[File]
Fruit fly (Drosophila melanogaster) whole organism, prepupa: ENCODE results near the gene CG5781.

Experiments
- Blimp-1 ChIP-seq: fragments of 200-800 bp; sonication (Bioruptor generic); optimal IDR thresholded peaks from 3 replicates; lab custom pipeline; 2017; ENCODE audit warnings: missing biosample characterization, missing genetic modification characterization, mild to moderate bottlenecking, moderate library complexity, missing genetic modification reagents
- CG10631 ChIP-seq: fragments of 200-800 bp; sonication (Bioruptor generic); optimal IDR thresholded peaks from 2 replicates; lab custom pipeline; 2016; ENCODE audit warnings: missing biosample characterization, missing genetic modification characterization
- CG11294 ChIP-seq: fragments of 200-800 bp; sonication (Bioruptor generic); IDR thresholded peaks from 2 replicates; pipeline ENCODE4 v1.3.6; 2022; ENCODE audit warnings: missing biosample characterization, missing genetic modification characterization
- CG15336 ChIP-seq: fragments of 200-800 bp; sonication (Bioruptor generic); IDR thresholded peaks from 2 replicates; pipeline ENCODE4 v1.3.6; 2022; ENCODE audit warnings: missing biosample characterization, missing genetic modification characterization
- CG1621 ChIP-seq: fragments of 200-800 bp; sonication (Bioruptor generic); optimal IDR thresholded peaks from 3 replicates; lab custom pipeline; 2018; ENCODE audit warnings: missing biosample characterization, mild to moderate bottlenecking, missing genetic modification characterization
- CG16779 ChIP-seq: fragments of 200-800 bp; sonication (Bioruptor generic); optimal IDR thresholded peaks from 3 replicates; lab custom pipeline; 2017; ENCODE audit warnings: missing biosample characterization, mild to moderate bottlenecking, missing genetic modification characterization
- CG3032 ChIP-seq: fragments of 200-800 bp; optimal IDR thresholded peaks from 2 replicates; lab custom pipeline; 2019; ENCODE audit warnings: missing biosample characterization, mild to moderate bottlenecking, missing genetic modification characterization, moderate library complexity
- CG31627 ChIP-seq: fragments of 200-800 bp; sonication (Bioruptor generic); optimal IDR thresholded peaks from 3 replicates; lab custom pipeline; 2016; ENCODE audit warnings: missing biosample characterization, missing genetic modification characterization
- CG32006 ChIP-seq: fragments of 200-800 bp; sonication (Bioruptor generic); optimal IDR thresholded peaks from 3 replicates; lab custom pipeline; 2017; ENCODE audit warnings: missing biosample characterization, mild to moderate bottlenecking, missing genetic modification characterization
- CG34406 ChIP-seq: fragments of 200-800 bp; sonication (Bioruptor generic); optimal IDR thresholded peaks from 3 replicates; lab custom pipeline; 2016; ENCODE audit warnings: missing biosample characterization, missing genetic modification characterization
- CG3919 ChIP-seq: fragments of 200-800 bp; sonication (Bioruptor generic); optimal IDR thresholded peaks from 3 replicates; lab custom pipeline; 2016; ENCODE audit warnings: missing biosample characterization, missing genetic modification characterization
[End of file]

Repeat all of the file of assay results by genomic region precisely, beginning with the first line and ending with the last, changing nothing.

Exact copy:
Fruit fly (Drosophila melanogaster) whole organism, prepupa: ENCODE results near the gene CG5781.

Experiments
- Blimp-1 ChIP-seq: fragments of 200-800 bp; sonication (Bioruptor generic); optimal IDR thresholded peaks from 3 replicates; lab custom pipeline; 2017; ENCODE audit warnings: missing biosample characterization, missing genetic modification characterization, mild to moderate bottlenecking, moderate library complexity, missing genetic modification reagents
- CG10631 ChIP-seq: fragments of 200-800 bp; sonication (Bioruptor generic); optimal IDR thresholded peaks from 2 replicates; lab custom pipeline; 2016; ENCODE audit warnings: missing biosample characterization, missing genetic modification characterization
- CG11294 ChIP-seq: fragments of 200-800 bp; sonication (Bioruptor generic); IDR thresholded peaks from 2 replicates; pipeline ENCODE4 v1.3.6; 2022; ENCODE audit warnings: missing biosample characterization, missing genetic modification characterization
- CG15336 ChIP-seq: fragments of 200-800 bp; sonication (Bioruptor generic); IDR thresholded peaks from 2 replicates; pipeline ENCODE4 v1.3.6; 2022; ENCODE audit warnings: missing biosample characterization, missing genetic modification characterization
- CG1621 ChIP-seq: fragments of 200-800 bp; sonication (Bioruptor generic); optimal IDR thresholded peaks from 3 replicates; lab custom pipeline; 2018; ENCODE audit warnings: missing biosample characterization, mild to moderate bottlenecking, missing genetic modification characterization
- CG16779 ChIP-seq: fragments of 200-800 bp; sonication (Bioruptor generic); optimal IDR thresholded peaks from 3 replicates; lab custom pipeline; 2017; ENCODE audit warnings: missing biosample characterization, mild to moderate bottlenecking, missing genetic modification characterization
- CG3032 ChIP-seq: fragments of 200-800 bp; optimal IDR thresholded peaks from 2 replicates; lab custom pipeline; 2019; ENCODE audit warnings: missing biosample characterization, mild to moderate bottlenecking, missing genetic modification characterization, moderate library complexity
- CG31627 ChIP-seq: fragments of 200-800 bp; sonication (Bioruptor generic); optimal IDR thresholded peaks from 3 replicates; lab custom pipeline; 2016; ENCODE audit warnings: missing biosample characterization, missing genetic modification characterization
- CG32006 ChIP-seq: fragments of 200-800 bp; sonication (Bioruptor generic); optimal IDR thresholded peaks from 3 replicates; lab custom pipeline; 2017; ENCODE audit warnings: missing biosample characterization, mild to moderate bottlenecking, missing genetic modification characterization
- CG34406 ChIP-seq: fragments of 200-800 bp; sonication (Bioruptor generic); optimal IDR thresholded peaks from 3 replicates; lab custom pipeline; 2016; ENCODE audit warnings: missing biosample characterization, missing genetic modification characterization
- CG3919 ChIP-seq: fragments of 200-800 bp; sonication (Bioruptor generic); optimal IDR thresholded peaks from 3 replicates; lab custom pipeline; 2016; ENCODE audit warnings: missing biosample characterization, missing genetic modification characterization